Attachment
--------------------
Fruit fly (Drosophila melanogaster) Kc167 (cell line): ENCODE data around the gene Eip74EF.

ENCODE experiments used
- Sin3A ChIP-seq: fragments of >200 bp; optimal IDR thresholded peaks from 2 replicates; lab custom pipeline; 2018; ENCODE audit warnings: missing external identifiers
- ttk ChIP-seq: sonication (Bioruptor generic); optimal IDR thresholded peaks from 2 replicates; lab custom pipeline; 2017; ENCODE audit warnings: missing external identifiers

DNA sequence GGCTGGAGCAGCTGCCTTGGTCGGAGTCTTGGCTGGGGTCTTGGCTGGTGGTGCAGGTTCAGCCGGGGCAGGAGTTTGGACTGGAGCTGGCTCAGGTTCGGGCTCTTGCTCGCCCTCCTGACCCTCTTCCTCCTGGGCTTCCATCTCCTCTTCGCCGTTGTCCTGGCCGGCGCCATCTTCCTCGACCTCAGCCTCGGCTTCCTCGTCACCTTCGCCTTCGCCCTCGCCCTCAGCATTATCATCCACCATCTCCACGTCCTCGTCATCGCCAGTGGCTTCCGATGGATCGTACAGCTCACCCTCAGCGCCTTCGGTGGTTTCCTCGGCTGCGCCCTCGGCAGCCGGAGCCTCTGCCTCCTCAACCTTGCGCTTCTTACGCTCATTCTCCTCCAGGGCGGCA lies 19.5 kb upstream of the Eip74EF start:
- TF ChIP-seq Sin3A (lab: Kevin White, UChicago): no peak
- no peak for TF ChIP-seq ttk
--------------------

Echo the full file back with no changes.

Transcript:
Fruit fly (Drosophila melanogaster) Kc167 (cell line): ENCODE data around the gene Eip74EF.

ENCODE experiments used
- Sin3A ChIP-seq: fragments of >200 bp; optimal IDR thresholded peaks from 2 replicates; lab custom pipeline; 2018; ENCODE audit warnings: missing external identifiers
- ttk ChIP-seq: sonication (Bioruptor generic); optimal IDR thresholded peaks from 2 replicates; lab custom pipeline; 2017; ENCODE audit warnings: missing external identifiers

DNA sequence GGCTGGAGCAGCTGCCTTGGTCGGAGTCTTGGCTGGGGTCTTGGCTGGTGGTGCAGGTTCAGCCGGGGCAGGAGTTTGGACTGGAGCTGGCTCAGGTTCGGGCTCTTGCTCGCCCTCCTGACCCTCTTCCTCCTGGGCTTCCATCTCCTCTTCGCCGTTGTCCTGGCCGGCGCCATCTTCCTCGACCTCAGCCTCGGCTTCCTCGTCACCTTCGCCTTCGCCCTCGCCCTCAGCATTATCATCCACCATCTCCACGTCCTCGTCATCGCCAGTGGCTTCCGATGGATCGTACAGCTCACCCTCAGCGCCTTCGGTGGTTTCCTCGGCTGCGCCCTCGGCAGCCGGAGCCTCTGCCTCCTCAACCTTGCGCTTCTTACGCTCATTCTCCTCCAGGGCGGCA lies 19.5 kb upstream of the Eip74EF start:
- TF ChIP-seq Sin3A (lab: Kevin White, UChicago): no peak
- no peak for TF ChIP-seq ttk